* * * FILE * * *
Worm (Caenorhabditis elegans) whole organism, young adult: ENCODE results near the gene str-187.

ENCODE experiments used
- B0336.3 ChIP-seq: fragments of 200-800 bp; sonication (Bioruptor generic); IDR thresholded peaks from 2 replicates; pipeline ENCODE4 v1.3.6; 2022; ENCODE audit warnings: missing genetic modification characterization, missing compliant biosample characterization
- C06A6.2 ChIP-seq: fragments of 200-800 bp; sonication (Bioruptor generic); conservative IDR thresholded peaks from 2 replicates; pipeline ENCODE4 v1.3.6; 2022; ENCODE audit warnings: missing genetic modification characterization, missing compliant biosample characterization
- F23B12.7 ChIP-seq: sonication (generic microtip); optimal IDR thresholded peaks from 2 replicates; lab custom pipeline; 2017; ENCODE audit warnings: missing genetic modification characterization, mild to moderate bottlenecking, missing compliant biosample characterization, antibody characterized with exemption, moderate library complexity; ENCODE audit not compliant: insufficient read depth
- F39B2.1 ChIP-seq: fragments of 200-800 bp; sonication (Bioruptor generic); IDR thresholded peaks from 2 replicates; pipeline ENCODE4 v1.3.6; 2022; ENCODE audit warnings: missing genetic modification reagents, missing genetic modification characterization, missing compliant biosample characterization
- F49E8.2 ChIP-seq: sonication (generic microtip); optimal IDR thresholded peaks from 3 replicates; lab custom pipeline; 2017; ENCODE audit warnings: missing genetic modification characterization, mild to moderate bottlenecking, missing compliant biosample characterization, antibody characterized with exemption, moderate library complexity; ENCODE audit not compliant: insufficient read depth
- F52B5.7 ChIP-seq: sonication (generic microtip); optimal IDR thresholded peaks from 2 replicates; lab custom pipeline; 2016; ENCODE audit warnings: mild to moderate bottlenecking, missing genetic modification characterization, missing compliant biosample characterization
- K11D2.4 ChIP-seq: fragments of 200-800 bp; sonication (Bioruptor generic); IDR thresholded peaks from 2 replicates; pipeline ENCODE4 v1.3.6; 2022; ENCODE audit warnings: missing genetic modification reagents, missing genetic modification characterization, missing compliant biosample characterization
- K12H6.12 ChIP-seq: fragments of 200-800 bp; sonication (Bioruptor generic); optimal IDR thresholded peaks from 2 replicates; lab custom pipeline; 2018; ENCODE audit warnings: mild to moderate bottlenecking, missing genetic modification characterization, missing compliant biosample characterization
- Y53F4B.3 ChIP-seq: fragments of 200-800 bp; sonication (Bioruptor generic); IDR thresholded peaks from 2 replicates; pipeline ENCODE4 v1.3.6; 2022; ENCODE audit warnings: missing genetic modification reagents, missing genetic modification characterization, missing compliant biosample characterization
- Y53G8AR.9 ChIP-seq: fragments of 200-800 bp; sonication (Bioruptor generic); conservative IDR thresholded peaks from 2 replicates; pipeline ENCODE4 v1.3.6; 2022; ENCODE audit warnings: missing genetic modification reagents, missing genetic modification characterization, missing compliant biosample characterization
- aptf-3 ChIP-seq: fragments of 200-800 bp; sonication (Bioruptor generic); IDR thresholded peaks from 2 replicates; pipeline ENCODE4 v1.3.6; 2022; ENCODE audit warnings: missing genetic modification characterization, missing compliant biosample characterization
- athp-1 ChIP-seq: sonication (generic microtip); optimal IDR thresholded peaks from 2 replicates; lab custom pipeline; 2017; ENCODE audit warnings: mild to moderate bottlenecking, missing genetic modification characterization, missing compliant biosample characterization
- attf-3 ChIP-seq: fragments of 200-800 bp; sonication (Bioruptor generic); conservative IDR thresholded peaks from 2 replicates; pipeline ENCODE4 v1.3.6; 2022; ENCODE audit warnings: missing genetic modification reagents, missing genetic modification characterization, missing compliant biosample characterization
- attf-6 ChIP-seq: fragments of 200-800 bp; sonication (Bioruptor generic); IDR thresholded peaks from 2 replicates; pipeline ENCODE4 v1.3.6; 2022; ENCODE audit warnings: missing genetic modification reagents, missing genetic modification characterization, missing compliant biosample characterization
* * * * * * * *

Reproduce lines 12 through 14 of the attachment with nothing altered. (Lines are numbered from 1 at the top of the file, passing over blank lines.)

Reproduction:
- Y53G8AR.9 ChIP-seq: fragments of 200-800 bp; sonication (Bioruptor generic); conservative IDR thresholded peaks from 2 replicates; pipeline ENCODE4 v1.3.6; 2022; ENCODE audit warnings: missing genetic modification reagents, missing genetic modification characterization, missing compliant biosample characterization
- aptf-3 ChIP-seq: fragments of 200-800 bp; sonication (Bioruptor generic); IDR thresholded peaks from 2 replicates; pipeline ENCODE4 v1.3.6; 2022; ENCODE audit warnings: missing genetic modification characterization, missing compliant biosample characterization
- athp-1 ChIP-seq: sonication (generic microtip); optimal IDR thresholded peaks from 2 replicates; lab custom pipeline; 2017; ENCODE audit warnings: mild to moderate bottlenecking, missing genetic modification characterization, missing compliant biosample characterization